In the case of Arabica coffee, these flowering plants are self-pollinating, meaning one less step in the farmer’s intensive labors.

After the coffee blossoms come and go, however, the cherries finally appear.

At first they are small, hard, green oval-shaped fruits that grow in long clusters along the branches of the plant.

But, after months of delicate tending and patient waiting, farmers recognize ripe, ready for harvest, cherries by their bright, beautiful red or yellow color (depending on the variety).

In the long months as the cherries ripen, farmers continue to monitor the shrubs, ensuring they are healthy and growing well, a process that can include watering and even pruning.

Typically, a coffee ‘tree’ can grow many feet tall, but for farmers like ours, since they hand-select, inspect, and harvest each single cherry, the shrubs are typically pruned keeping the plants at 5-7 feet.

Of course, if you’ve ever planted produce, flowers, trees, or shrubs, you know that the act of pruning serves multiple purposes, one of which is that this process also increases the amount of fruit each plant will yield. I guess you could say it’s a win-win for farmers who hand select/pick this small fruit.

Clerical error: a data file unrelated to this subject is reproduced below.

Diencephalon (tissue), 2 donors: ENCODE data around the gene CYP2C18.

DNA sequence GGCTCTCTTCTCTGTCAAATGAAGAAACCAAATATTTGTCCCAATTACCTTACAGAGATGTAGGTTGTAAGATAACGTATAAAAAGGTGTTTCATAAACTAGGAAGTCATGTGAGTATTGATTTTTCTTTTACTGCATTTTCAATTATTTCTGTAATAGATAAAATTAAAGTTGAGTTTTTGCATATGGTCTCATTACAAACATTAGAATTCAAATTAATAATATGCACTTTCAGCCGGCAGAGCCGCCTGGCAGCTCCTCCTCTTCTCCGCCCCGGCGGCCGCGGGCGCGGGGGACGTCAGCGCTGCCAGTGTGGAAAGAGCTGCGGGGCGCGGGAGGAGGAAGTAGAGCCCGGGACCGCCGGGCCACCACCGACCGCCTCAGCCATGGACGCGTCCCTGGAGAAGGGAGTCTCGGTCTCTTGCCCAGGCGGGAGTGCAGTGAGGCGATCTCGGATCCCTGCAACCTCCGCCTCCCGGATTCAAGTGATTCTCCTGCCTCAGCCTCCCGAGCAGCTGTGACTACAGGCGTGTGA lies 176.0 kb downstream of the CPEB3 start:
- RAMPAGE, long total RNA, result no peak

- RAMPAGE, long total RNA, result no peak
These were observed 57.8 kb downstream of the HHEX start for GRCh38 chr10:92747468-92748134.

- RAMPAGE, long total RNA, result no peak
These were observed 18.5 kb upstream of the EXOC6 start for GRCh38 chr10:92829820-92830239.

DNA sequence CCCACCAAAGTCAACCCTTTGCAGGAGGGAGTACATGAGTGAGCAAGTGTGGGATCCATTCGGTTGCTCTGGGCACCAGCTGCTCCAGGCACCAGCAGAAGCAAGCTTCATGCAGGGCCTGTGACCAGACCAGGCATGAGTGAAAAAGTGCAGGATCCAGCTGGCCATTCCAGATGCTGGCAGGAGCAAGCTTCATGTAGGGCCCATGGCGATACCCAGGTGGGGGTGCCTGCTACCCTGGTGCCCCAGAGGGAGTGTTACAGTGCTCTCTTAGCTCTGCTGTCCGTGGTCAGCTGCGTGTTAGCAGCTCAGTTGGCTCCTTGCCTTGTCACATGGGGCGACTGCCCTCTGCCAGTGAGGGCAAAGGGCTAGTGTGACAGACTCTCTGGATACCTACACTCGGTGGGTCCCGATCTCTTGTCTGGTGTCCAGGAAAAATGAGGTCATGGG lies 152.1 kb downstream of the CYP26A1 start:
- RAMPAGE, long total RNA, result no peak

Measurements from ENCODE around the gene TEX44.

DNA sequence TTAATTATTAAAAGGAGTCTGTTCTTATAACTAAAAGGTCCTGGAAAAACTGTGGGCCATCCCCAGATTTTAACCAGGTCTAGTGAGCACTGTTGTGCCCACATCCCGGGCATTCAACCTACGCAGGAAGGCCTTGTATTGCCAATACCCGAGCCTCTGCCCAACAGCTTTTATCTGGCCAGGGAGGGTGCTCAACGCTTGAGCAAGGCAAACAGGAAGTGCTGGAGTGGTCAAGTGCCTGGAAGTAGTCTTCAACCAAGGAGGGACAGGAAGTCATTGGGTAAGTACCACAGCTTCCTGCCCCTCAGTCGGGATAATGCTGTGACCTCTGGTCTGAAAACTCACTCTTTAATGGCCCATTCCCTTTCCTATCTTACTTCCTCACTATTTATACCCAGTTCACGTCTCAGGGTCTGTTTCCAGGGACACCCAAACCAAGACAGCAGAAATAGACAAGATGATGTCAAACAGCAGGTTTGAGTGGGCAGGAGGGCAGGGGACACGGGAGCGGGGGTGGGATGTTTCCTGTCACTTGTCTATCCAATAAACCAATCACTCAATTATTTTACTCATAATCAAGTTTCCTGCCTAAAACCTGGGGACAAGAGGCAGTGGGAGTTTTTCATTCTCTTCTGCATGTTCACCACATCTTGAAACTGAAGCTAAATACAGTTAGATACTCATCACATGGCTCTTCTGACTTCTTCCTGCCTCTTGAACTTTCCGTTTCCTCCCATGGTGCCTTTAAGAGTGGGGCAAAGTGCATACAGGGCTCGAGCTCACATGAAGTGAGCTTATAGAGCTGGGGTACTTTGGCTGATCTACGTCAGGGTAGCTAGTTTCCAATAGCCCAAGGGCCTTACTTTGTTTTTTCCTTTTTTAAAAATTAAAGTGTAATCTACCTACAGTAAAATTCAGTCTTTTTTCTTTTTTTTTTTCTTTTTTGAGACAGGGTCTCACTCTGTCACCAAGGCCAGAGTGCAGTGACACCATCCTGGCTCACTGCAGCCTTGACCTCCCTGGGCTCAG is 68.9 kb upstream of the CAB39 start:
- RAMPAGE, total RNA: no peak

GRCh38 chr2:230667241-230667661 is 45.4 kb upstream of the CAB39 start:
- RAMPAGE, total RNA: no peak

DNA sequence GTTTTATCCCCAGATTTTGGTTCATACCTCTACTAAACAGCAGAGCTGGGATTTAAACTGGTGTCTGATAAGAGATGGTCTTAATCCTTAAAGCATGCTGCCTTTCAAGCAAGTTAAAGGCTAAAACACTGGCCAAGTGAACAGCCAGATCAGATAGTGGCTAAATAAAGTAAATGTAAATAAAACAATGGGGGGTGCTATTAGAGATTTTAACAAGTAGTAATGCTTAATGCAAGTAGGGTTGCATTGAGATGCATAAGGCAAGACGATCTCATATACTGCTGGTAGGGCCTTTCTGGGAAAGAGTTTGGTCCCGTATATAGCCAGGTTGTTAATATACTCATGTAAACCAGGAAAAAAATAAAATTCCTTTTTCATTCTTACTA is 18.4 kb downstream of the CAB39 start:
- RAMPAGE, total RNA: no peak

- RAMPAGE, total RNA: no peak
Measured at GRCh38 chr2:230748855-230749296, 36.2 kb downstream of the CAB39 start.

And, speaking of picking/harvesting, when it comes to coffee farming, this is truly an “all hands-on deck” process where farmers gather for several picking sessions.

At this time, they carefully inspect cherry after cherry, only selecting the perfectly ripe, deeply red, plump, yet firm, oval shaped fruits.

Generally speaking, a picker rotates amongst the shrubs roughly every 8-10 days to ensure only the ripest fruits are selected.

And, this is often considered a premier process, only used for the finest, specialty Arabica beans because of how detailed and labor intensive this hand-selection practice is.

On average, a skilled, knowledgeable coffee picker may pick up to 100-200 pounds of cherries a day, an amount that typically yields 20-40 pounds of dried, roasted coffee beans.

Once harvested, basket after basket full of pristine, ripe coffee cherries are quickly sent to be processed.

The cherries can rapidly spoil once picked, so processing must occur in a timely fashion.

We’ve got many more particulars to explore regarding coffee farming, so processing details must be saved for another time.

But, to briefly sum this up, there are a few popular processing methods used in coffee production, both of which seek to dry, or physically remove, the outer fruit of the coffee cherry.

After this, including a series of washing, drying, and sometimes fermentation, all that remains of these fruits carefully grown, nurtured, and picked by skilled farmers, is a green coffee bean, ready to be roasted, ground, brewed, and enjoyed by you!